Conflicts & War

Sri Lankan president’s brother resigns from parliament amid crisis

Colombo, Jun 9 (EFE).- The Sri Lankan president’s brother on Thursday announced his resignation from parliament after he had already stepped down as finance minister amid the country’s worst economic crisis in decades.

“I have decided not to take part in state rule,” said Basil Rajapaksa, the first in the Rajapaksa family to vacate his seat in the Sri Lankan parliament amid mounting calls for president Gotabaya Rajapaksa and his relatives to resign.

Basil Rajapaksa, who will continue his political career, said that he was stepping down to pave the way for another person to take his seat.

“I have never given any promises to the public. I do the service I can and if I can’t, I leave,” he said.

His announcement came ahead of the 21st amendment to the Sri Lankan constitution that bars dual citizens from holding parliamentary seats. Rajapaksa is a dual Sri Lanka and US citizen.

Rajapaksa’s resignation is the latest twist in a severe economic and political crisis that has gripped the island nation for months.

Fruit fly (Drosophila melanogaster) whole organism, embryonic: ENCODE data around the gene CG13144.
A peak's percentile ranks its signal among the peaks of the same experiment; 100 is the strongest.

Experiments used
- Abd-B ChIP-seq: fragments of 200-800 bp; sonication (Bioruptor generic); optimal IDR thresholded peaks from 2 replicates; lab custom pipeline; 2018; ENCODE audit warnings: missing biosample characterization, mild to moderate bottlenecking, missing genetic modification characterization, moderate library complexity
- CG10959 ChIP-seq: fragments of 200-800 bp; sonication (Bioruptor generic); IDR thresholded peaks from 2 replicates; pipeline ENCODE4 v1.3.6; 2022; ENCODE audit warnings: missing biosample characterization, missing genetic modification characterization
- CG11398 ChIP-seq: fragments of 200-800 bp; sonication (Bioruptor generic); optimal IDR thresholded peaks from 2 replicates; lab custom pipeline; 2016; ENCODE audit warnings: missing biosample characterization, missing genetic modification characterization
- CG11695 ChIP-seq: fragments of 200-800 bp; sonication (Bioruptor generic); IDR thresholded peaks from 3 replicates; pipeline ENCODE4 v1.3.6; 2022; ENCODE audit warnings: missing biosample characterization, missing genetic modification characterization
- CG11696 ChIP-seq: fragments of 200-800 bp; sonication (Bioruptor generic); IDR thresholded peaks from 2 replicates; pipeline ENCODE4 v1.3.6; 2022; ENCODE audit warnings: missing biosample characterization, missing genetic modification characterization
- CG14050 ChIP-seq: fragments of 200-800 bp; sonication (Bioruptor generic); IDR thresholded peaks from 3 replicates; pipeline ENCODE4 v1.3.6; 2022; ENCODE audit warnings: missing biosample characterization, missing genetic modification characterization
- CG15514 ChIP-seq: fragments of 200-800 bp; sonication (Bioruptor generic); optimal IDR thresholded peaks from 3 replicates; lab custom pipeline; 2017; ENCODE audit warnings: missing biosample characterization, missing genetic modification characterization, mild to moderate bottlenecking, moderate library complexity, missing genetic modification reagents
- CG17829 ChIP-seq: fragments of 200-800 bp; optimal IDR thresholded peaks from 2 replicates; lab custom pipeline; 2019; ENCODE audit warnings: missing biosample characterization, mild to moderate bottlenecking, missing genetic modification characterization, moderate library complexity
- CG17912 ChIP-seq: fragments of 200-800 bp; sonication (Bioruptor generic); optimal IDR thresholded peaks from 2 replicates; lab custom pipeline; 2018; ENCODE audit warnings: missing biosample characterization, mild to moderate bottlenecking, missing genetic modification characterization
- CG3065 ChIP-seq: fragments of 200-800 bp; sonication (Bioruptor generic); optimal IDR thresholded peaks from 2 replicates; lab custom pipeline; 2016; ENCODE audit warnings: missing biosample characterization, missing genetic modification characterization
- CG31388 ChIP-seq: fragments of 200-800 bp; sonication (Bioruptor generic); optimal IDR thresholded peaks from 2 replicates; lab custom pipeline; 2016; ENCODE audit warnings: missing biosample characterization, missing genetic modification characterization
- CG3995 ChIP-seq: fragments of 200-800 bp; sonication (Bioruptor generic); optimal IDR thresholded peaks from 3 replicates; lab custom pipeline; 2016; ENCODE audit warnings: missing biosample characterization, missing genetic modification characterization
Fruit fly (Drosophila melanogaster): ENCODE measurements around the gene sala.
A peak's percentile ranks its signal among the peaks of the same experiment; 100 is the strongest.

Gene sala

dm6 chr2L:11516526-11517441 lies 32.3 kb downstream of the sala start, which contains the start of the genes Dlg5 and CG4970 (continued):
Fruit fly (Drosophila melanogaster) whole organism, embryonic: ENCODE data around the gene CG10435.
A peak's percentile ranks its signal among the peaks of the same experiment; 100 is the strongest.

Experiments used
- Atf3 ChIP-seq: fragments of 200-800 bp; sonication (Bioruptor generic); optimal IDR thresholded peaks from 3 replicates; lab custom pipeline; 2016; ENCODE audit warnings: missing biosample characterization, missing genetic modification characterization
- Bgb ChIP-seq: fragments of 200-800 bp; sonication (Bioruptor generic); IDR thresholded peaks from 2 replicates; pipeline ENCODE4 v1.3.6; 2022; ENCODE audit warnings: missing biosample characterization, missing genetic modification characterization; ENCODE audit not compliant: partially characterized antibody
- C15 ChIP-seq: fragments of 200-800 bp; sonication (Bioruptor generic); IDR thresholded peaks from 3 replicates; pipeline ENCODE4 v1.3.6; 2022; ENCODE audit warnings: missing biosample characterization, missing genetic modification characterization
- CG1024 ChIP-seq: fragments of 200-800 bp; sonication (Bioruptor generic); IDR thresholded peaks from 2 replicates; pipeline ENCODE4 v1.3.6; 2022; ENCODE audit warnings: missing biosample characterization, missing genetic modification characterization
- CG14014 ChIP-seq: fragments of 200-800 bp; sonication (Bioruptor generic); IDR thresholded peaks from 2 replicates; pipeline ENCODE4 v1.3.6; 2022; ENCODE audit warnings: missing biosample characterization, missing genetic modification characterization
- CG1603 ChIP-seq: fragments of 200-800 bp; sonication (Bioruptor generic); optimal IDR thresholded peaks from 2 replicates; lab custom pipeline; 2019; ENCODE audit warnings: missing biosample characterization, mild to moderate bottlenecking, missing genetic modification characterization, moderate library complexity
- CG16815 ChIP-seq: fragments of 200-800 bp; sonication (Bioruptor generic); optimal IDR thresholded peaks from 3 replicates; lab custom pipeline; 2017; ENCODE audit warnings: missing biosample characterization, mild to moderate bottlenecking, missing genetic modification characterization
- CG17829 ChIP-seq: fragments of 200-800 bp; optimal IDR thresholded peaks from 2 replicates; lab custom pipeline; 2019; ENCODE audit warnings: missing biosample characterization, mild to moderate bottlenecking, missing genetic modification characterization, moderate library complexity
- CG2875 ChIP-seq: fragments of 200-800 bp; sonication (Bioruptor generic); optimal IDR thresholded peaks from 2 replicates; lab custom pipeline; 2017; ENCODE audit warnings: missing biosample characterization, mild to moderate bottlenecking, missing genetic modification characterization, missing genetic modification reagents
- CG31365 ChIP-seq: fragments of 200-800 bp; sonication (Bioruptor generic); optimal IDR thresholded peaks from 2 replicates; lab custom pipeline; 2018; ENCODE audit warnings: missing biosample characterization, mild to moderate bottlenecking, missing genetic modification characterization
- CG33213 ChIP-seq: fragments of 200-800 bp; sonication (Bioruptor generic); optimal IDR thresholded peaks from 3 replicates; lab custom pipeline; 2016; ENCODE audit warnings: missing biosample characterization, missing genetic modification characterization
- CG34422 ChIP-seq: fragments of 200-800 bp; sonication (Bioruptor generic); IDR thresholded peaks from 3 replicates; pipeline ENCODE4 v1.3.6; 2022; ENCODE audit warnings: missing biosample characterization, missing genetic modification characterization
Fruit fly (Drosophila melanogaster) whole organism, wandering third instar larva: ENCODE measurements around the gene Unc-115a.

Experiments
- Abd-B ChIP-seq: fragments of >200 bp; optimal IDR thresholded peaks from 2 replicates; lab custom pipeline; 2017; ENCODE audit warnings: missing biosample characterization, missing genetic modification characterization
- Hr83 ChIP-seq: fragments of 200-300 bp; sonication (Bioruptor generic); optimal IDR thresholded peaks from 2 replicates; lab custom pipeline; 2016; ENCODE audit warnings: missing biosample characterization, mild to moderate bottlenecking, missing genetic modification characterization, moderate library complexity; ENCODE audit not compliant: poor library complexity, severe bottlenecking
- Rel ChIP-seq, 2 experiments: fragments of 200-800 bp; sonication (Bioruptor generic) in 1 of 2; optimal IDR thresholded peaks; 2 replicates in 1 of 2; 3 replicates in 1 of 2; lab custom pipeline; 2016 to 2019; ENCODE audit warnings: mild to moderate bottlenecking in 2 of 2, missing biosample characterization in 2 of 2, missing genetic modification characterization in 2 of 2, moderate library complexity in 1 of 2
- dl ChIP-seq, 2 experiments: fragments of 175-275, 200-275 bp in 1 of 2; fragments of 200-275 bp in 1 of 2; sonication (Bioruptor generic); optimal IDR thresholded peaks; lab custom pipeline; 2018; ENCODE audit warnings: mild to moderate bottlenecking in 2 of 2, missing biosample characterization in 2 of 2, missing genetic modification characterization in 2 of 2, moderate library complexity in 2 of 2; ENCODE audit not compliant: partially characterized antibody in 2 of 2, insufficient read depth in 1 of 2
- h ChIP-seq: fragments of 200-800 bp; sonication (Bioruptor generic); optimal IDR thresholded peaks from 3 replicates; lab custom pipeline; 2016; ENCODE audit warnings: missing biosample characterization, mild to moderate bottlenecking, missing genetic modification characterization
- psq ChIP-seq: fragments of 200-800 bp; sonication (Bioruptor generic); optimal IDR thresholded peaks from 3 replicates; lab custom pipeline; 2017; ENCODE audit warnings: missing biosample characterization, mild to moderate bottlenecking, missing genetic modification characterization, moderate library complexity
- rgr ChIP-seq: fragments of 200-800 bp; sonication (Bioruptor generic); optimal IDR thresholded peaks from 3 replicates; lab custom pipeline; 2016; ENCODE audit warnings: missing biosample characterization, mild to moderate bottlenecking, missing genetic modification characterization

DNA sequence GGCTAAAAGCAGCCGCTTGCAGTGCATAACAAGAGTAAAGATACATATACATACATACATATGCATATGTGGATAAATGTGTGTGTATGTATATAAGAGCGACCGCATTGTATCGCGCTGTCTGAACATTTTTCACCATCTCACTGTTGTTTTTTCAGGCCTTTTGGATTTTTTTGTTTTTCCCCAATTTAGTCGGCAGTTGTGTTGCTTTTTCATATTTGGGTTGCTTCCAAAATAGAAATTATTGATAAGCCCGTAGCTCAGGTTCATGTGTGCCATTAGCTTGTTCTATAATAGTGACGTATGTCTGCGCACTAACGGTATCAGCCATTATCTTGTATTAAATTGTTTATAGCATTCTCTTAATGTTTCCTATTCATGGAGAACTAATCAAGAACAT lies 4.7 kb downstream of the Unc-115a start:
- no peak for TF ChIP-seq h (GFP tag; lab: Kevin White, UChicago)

On Thursday, police fired tear gas to disperse hundreds of protesters demonstrating in front of police headquarters in Colombo to demand justice for peaceful protesters who have been killed and assaulted during the unrest.

Ten people were killed, and hundreds of others suffered injuries during the May 9 riots when a pro-government mob attacked peaceful protesters at a protest site dubbed GotaGoGama, but no arrests have been made.

“That attack was clearly organized by Mahinda Rajapaksa (former prime minister). He is the main character behind it. But until now, the police have failed to arrest them despite having clear evidence,” Senaka Perera, who heads Sri Lanka’s People’s Lawyers Association (PLA), said.

Sri Lanka is facing its worst economic crisis since gaining independence from the British Empire in 1948.

For months, it has faced shortages of medicine, food and fuel, a situation that has been worsened by the lack of foreign exchange reserves to import.

This has led to months of intense political and social unrest against the Rajapaksa government, which took over the reins of the country just two years ago with promises of recovery and nationalism.

“Nothing is working in this country anymore. We are all fed up. We want the crooks to go. We want our country back. These politicians ruined our future,” a protester, Tharuka Gunarathna, said. EFE


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